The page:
Summer is here and working in the gardens and flower beds and pulling up the weeds is in full swing. This work may help the landscaping look beautiful, but for those with osteoarthritis at the base of the thumb, the force from pinching and pulling at the weeds can leave thumbs hurting. While textbooks and older research studies discuss using an orthosis, paraffin, gentle AROM, and joint protection techniques to address the pain and limited function associated with trapeziometacarpal arthritis (TMC), more recent studies highlight the potential benefit of stabilization and proprioceptive exercises for this diagnosis.Read More
Lori Algar OTD, OTR/L, CHT on Wed, Jul 08,2020 @ 02:25 PM
Lori Algar OTD, OTR/L, CHT on Thu, Jun 25,2020 @ 11:51 AM
Clients with lateral epicondylitis (also known as tennis elbow) consistently appear on my schedule. As therapists, we know that swinging the tennis racket is not the only possible cause of this diagnosis. Lateral epicondylitis is due to a degenerative process at the poorly vascularized origin of the wrist extensors on the boney prominence at the lateral elbow. It is often contributed to over use of the wrist extensors. Individuals with this diagnosis often describe pain at the lateral elbow that is persistent, very uncomfortable and limiting.Read More
Osteoarthritis (OA) at the base of the thumb is a common diagnosis among older individuals. Research suggests that 26.2% of women and 13.4 % of men age 71-100 years old have symptoms of this diagnosis and that approximately 70% of community dwelling individuals with hand pain have OA at the base of the thumb as well.
Studies have consistently found that using an orthosis helps to decrease pain and improve function for individuals with arthritis at the base of the thumb. There is no consistent evidence to suggest that one orthosis is more effective than another, however, research does suggest that individuals prefer pre-fabricated designed orthoses.Read More
Lori Algar OTD, OTR/L, CHT on Tue, Jun 09,2020 @ 12:39 PM
Osteoarthritis (OA), or the degeneration of a joint, commonly occurs at the base of the thumb. OA at this joint is diagnosed with conventional radiographs (x-rays), but often can be recognized based on symptoms. Symptoms occur predominantly with pain at the base of the thumb, especially when performing tasks that require a pinch (i.e. pulling on socks).Read More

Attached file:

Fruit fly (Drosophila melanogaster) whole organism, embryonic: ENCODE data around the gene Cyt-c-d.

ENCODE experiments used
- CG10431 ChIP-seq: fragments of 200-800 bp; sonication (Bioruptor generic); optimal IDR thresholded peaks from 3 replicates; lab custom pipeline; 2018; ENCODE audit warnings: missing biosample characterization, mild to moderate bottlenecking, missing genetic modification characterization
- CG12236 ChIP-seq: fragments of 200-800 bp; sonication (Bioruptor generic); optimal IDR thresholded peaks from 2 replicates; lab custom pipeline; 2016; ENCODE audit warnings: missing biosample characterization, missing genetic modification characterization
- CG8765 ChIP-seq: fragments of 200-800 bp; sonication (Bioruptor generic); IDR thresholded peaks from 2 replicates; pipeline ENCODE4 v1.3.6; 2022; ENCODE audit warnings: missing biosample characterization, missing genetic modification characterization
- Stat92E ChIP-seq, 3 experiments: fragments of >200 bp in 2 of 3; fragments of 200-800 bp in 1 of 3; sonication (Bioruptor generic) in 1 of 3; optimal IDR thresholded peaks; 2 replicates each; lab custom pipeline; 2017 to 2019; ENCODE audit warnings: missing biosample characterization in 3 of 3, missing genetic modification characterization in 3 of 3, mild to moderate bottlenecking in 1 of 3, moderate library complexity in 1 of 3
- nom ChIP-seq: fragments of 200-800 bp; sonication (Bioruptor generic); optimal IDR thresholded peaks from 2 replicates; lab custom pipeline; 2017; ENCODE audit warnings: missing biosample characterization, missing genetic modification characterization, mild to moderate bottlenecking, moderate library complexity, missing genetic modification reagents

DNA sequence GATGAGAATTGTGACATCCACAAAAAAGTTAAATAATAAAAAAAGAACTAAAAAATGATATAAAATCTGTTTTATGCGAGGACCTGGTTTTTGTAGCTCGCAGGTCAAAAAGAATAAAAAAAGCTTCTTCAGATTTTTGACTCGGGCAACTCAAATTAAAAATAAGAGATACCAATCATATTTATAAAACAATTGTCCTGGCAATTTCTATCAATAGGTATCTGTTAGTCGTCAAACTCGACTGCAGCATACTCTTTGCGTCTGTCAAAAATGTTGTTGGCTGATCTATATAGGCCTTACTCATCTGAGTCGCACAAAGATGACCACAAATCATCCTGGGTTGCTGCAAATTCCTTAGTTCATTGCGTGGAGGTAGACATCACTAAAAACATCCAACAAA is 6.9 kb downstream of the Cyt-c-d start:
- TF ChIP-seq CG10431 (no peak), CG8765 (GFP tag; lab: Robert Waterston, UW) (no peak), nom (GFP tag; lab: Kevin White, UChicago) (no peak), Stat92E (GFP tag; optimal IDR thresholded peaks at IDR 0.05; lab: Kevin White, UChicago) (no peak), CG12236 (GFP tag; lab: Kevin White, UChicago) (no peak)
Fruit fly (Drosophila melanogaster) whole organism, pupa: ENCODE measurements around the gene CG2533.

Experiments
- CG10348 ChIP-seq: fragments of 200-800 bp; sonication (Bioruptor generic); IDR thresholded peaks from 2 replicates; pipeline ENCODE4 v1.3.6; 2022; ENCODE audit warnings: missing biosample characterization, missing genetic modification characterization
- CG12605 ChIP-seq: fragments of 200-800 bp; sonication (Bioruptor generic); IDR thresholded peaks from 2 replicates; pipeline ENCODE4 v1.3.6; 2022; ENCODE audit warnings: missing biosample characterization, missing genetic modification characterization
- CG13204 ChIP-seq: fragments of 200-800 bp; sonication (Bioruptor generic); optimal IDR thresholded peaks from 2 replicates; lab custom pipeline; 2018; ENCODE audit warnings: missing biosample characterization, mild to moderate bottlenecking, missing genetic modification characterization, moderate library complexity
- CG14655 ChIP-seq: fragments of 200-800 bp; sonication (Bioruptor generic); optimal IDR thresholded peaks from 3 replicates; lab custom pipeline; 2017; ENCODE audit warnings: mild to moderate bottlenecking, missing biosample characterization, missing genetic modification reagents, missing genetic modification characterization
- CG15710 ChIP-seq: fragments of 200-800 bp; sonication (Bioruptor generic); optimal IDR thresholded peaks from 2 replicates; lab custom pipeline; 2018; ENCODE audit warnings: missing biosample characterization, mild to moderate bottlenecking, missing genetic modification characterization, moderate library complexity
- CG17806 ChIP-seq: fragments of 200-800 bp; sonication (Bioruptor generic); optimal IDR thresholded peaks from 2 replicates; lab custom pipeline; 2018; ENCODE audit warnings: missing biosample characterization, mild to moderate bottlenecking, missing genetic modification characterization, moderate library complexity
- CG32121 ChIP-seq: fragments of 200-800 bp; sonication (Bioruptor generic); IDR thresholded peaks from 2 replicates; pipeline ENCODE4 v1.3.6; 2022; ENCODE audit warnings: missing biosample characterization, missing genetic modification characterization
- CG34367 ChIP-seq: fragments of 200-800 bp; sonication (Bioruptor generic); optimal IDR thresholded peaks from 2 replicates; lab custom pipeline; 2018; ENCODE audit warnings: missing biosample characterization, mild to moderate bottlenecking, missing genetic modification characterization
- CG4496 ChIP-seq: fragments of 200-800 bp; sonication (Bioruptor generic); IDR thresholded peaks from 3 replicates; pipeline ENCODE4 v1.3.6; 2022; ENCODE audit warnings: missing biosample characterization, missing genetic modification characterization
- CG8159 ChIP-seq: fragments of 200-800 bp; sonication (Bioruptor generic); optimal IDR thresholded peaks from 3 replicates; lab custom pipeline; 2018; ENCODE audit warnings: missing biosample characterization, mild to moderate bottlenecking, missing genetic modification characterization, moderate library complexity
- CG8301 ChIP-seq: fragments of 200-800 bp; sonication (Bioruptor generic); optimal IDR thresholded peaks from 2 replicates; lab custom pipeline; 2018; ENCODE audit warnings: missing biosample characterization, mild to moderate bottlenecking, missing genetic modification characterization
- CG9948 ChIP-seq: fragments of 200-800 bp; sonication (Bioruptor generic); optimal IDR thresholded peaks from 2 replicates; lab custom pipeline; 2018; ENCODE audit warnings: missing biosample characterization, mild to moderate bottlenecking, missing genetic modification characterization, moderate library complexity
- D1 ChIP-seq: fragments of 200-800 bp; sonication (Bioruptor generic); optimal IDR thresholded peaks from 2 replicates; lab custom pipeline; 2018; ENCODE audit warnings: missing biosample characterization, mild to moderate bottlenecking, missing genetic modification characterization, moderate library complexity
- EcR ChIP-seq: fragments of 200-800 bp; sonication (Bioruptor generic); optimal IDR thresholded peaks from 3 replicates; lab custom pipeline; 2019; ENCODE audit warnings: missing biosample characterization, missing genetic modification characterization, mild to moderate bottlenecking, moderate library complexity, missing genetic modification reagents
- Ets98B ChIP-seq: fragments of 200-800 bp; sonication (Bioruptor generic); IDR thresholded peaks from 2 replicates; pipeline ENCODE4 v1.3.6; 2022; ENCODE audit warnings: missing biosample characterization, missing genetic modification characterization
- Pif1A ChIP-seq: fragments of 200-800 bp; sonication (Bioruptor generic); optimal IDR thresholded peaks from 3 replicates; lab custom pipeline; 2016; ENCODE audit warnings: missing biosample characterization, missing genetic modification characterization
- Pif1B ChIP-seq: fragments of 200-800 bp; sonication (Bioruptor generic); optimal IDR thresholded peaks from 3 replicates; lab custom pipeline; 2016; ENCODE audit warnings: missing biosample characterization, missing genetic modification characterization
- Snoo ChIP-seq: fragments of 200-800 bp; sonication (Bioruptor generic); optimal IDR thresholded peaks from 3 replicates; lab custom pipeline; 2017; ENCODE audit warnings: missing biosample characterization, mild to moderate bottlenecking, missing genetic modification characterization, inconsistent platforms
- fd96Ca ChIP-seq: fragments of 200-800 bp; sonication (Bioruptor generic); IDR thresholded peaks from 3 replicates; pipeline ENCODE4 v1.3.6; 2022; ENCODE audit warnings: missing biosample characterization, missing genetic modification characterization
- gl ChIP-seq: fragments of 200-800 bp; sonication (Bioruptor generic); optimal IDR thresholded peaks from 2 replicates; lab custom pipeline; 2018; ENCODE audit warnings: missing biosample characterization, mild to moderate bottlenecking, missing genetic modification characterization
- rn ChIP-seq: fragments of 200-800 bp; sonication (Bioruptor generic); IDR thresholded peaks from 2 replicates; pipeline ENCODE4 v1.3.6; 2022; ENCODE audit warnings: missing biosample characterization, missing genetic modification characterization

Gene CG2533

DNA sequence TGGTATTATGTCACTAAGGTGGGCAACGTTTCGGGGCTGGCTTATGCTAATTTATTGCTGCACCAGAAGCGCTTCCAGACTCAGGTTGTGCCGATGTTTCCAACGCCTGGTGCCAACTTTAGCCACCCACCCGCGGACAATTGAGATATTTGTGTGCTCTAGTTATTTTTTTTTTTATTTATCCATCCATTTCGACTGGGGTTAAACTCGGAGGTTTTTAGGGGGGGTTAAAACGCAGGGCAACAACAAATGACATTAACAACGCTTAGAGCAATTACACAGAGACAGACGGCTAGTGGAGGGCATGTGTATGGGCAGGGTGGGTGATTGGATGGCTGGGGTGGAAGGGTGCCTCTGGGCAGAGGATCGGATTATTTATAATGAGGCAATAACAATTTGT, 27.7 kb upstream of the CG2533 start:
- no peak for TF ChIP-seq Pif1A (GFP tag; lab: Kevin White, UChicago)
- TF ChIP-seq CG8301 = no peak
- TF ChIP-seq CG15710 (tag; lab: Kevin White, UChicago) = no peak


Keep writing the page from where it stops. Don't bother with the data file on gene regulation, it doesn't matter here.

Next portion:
Lori Algar OTD, OTR/L, CHT on Wed, May 13,2020 @ 02:57 PM
Medial epicondylitis or golfer's elbow as it is commonly termed, is characterized by pain at or around the boney prominence at the medial aspect of the elbow where the wrist flexors and one of the forearm pronators (pronator teres) originate. This diagnosis is associated with degenerative changes of the musculotendinous origins at the medial elbow and most often involves the pronator teres, flexor carpi radialis or palmaris longus.Read More
Lori Algar OTD, OTR/L, CHT on Fri, Mar 27,2020 @ 02:50 PM
Causes of Deformity in the Rheumatoid Thumb
Rheumatoid arthritis (RA) is a destructive inflammatory disease that impacts soft tissue. This disease commonly involves the thumb and causes deformities to the thumb through tendon rupture or tendon subluxation and the abnormal stretching of ligaments and other joint structures.Read More
Jennifer Curtis on Wed, Mar 18,2020 @ 11:50 AM
TFCC Wrist Injuries
The Triangular Fibrocartilage Complex (TFCC) is a group of ligaments and cartilage on the ulnar side of the hand. The TFCC ligaments attach the cartilage to the small wrist bones which also suspend the ends of the two forearm bones, the ulna and the radius.
The primary cause of Ulnar Deviation of the Metacarpal Phalangeal joints (MP) of the fingers, a chronic, irreversible condition, is Rheumatoid Arthritis (RA). The MP joints are a primary site of rheumatoid deformities due to several anatomical and bio mechanical factors. Chief among the factors are:
- The shape of the metacarpal head allows for a certain degree of motion in an ulnar direction which contributes to the hands ability to create a strong grip
Instability in the ulnar carpal wrist may present with pain, swelling, and tenderness in the ulnar aspect of the wrist. Instability due to weakened or rupture ligaments, can occur between the ulna and the carpus, the lunate-triquetral joint, and/or the triquetrohamate joint.
The following describes a few important assessments to assist clinical evaluation of ulnar sided wrist pain when the symptoms are suspected to be related to ulnar carpal instability.Read More
Lori Algar OTD, OTR/L, CHT on Fri, Jan 17,2020 @ 03:57 PM
Scaphoid fractures most often occur in males between the ages of 15 to 30 years old and usually are sustained with wrist hyperextension and radial deviation as a consequence of a fall onto an outstretched hand. Individuals with a scaphoid fracture often present with pain, swelling, decreased range of motion, and tenderness in the anatomic snuffbox.Read More